// switch focus to the modal
  WebElement webElementModal = driver.findElement(
    By.className("wicket_modal"));"Modal: " + webElementModal + ", " +
  driver.switchTo().frame(webElementModal);"Focused on modal window");

  // verify form elements rendered, fill out the form
  String contextName = "Test Context (" + (new Date().getTime()) + ")";
    .size(), 0);
  driver.findElement("contextAddNameField")).sendKeys("Test Context");
  Assert.assertNotSame(driver.findElements("contextAddDescriptionField")).size(), 0);
    .sendKeys("For all the testing");
  Assert.assertNotSame(driver.findElements("formCancelLink")).size(), 0);
  Assert.assertNotSame(driver.findElements("formSubmitLink")).size(), 0);

  // submit the form

  // switch focus back to the main window

  // wait for the new context to appear
  WebElement webElementContextNew =
          (new WebDriverWait(driver, 30)).until(
             new ExpectedCondition<WebElement>() {

      public WebElement apply(WebDriver webDriver) {

          // holder for the new context element
          WebElement webElementNew = null;

          // loop through all of our context identifiers
          for(WebElement context : webDriver.findElements(
            By.cssSelector(".context"))) {

              if(!contextIdList.contains(context.getAttribute("id"))) {
        "New context found with ID " +
                  webElementNew = context;

          return  webElementNew;

You can see that there’s a lot more going on here. In order to make this test more robust, we’re making a list of the current contexts before we add our new one. After we submit our form, we know our new context has appeared on the page when the list of contexts grows by one element.

The nice thing about Selenium is that the code is pretty easy to follow, it’s just more Java code. In my opinion the trickiest part is figuring out which parts of the page you need to wait for and then writing the right code to test the change.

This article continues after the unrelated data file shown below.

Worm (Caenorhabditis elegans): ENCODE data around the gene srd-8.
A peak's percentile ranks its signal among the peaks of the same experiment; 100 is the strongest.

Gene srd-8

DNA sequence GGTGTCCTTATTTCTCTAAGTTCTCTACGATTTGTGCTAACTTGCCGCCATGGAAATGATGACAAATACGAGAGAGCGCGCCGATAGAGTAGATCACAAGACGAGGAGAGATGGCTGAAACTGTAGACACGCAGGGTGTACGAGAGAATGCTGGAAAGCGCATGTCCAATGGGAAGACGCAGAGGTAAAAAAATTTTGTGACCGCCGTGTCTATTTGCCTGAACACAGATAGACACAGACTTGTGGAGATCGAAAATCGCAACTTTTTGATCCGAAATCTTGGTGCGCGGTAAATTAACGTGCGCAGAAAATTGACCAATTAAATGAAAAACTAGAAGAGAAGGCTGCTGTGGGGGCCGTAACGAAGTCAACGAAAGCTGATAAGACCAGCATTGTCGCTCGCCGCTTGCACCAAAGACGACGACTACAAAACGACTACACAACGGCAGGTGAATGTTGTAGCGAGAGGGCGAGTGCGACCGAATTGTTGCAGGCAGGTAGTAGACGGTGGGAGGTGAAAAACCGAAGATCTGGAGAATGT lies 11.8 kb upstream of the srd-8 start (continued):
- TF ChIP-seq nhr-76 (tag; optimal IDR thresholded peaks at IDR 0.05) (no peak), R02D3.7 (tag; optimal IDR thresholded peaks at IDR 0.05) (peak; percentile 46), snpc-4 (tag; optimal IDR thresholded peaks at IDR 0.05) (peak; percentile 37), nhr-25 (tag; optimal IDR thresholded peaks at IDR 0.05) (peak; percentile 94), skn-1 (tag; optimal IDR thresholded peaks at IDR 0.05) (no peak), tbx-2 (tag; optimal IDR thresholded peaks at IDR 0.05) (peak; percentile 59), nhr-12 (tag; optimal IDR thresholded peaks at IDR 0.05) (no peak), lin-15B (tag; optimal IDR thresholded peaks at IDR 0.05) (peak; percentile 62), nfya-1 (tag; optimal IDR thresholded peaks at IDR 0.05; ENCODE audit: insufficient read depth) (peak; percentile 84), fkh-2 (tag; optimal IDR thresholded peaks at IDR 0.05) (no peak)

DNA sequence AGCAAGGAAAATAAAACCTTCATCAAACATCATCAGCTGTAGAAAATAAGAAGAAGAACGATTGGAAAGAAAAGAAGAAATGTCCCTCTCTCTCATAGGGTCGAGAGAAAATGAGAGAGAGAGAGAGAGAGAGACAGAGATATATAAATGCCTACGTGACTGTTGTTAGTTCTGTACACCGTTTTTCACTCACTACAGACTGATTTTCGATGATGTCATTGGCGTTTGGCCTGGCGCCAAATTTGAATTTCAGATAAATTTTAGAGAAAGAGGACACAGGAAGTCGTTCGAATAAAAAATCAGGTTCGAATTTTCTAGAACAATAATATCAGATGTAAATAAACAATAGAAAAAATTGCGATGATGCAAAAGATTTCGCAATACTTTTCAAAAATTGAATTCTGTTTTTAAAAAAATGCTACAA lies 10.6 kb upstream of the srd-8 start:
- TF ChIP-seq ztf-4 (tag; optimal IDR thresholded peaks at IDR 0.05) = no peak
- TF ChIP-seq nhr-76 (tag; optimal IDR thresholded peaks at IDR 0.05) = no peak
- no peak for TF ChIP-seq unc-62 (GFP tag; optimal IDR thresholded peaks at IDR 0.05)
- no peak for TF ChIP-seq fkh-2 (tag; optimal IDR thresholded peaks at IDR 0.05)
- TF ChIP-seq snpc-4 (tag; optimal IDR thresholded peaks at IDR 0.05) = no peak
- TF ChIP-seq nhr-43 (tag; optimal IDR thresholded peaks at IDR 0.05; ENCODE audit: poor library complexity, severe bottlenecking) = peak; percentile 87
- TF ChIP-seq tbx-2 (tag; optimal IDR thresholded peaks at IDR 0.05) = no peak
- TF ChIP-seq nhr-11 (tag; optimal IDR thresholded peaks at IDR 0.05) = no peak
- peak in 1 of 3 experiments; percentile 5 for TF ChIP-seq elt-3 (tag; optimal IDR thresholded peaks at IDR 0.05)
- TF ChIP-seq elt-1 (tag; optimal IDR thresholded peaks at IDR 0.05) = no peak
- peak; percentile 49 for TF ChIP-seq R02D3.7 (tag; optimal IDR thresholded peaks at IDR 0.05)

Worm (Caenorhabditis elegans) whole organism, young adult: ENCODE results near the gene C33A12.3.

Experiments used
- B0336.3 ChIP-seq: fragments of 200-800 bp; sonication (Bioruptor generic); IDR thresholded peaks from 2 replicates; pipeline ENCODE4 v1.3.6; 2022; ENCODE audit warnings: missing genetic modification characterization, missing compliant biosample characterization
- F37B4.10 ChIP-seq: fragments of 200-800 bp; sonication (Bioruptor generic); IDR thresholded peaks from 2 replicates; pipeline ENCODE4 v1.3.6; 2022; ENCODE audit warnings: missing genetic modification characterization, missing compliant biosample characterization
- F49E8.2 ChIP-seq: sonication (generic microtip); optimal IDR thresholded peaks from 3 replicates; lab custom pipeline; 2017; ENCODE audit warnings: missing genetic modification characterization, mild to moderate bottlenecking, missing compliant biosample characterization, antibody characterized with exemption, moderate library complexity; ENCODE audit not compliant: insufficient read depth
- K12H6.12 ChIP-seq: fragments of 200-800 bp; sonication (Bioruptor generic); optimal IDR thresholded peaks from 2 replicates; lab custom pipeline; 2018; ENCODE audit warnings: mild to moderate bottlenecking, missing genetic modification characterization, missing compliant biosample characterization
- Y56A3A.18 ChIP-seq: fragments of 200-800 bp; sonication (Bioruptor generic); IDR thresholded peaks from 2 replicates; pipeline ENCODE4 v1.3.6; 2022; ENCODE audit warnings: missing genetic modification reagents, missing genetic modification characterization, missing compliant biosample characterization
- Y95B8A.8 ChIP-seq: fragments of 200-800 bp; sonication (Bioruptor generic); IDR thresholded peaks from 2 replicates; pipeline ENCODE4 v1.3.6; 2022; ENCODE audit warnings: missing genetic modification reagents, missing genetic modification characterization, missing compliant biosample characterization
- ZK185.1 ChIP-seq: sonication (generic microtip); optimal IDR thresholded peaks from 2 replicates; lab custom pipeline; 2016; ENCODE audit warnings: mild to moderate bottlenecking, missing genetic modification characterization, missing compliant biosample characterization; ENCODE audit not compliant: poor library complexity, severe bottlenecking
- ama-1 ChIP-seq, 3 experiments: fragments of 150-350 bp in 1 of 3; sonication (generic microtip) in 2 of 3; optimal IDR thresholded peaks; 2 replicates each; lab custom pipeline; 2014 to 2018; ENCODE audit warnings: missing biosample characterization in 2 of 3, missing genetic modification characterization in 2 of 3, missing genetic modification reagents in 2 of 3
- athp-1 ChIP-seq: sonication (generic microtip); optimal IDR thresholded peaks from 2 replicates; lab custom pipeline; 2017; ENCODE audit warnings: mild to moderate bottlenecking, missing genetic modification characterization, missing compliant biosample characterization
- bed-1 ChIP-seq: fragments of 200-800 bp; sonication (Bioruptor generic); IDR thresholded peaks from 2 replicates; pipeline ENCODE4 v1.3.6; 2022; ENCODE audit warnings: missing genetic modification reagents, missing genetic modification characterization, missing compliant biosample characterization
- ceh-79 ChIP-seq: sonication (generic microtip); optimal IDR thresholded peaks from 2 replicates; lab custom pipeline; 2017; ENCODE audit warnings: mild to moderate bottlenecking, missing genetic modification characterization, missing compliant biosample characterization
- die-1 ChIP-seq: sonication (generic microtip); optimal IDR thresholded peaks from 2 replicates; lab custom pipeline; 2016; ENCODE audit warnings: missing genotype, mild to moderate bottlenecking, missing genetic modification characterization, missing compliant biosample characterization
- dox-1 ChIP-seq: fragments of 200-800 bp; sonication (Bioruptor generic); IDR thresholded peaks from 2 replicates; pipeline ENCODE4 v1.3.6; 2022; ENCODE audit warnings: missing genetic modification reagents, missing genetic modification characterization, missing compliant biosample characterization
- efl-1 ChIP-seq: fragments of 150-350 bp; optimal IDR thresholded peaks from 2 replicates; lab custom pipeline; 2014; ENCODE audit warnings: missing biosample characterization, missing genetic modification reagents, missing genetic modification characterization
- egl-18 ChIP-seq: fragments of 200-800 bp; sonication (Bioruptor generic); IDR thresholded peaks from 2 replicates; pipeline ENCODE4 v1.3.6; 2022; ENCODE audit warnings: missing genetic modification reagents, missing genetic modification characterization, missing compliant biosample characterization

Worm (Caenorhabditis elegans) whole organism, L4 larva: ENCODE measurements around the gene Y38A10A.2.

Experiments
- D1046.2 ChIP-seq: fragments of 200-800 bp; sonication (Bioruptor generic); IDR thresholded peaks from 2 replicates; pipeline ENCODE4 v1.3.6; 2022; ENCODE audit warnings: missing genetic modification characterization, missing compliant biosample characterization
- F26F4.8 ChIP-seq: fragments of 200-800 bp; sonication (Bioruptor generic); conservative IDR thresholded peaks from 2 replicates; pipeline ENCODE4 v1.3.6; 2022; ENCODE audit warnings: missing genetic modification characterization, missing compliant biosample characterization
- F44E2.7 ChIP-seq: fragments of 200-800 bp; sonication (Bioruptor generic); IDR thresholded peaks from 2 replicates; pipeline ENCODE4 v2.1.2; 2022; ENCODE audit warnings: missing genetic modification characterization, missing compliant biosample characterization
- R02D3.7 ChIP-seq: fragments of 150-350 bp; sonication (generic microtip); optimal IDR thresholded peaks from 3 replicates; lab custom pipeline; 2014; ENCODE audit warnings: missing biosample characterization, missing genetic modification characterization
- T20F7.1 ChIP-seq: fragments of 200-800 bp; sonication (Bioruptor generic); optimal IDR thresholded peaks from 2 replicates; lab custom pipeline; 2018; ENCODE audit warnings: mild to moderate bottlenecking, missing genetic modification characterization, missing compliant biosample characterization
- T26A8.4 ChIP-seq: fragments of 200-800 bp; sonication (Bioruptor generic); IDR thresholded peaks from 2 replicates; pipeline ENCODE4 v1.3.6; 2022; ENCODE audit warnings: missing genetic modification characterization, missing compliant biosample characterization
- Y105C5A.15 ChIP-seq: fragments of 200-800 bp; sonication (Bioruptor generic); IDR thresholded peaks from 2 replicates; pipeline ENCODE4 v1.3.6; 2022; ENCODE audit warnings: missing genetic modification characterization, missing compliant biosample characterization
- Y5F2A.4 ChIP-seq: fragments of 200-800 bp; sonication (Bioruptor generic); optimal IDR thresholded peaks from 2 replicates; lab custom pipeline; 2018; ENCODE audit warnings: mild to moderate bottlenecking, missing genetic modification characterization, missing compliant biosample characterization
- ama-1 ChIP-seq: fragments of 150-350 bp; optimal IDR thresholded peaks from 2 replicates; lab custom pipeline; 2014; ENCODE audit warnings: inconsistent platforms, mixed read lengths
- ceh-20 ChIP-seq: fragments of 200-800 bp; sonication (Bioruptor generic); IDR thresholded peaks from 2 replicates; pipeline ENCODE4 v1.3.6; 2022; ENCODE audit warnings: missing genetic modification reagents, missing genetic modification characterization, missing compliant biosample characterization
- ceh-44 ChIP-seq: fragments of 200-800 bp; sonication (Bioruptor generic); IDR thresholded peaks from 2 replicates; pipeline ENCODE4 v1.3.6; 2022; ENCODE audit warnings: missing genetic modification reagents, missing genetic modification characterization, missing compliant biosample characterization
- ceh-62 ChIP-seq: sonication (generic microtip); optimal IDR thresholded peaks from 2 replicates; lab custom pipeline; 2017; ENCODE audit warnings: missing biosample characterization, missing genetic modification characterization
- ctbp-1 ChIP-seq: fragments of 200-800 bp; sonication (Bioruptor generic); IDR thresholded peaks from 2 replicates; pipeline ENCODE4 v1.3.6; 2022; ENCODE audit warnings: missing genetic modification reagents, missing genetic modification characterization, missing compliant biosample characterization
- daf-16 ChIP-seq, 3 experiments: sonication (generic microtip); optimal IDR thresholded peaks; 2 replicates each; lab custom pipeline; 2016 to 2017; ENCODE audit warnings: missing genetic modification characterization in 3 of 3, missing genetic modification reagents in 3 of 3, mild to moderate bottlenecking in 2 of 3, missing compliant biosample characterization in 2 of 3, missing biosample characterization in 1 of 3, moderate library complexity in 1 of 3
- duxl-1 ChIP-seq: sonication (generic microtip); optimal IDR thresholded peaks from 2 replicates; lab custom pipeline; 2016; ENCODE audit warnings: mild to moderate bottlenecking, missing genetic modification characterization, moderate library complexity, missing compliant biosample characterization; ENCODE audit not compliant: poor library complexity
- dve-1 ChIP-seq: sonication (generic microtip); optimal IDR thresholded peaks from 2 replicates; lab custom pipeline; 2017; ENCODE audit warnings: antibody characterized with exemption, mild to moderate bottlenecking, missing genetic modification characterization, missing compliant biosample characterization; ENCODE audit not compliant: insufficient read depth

The Idealized Case: You Just Saw It and Your App Isn’t It

It’s important to note that the example above covers a pretty idealized case, the same sort of application that most of the Spring with IT documentation spends its time on. It’s all pretty straightforward and it all works really great. Still, before we move on lets recap the assumptions we’ve made so far:

  • We don’t need any fixture data and our tests will interact only with the web application. There’s no access to our Spring service or data layers at all.
  • We’re using an ephemeral data store and we’re not worried about cluttering it up with stuff. In the above example we didn’t talk about it but it’d be reasonable to use an in-memory database.

Idealism, like it or not, is a exclusionary. By assuming a brand new application and presuming minimum complexity we’ve unwittingly excluded most real-life applications; adapting the code above to your own existing project may not work out so well. Such is life.

Access to the Spring Container

It doesn’t need to be this way, let’s address the first item: we need access to the Spring container in order to create and delete fixture data for our tests.

The first thing we need to do is to start using the SpringJunit4ClassRunner, this will instantiate a Spring container and then run our IT suite in the context of this container. Simply adding an annotation to the top of the test class and then providing a ContextConfiguration that points to our Spring configuration will be enough to get this working.

@ContextConfiguration(locations = {"classpath:/applicationContext.xml"})
public class ToDoHomePageTest {

  // test code goes here...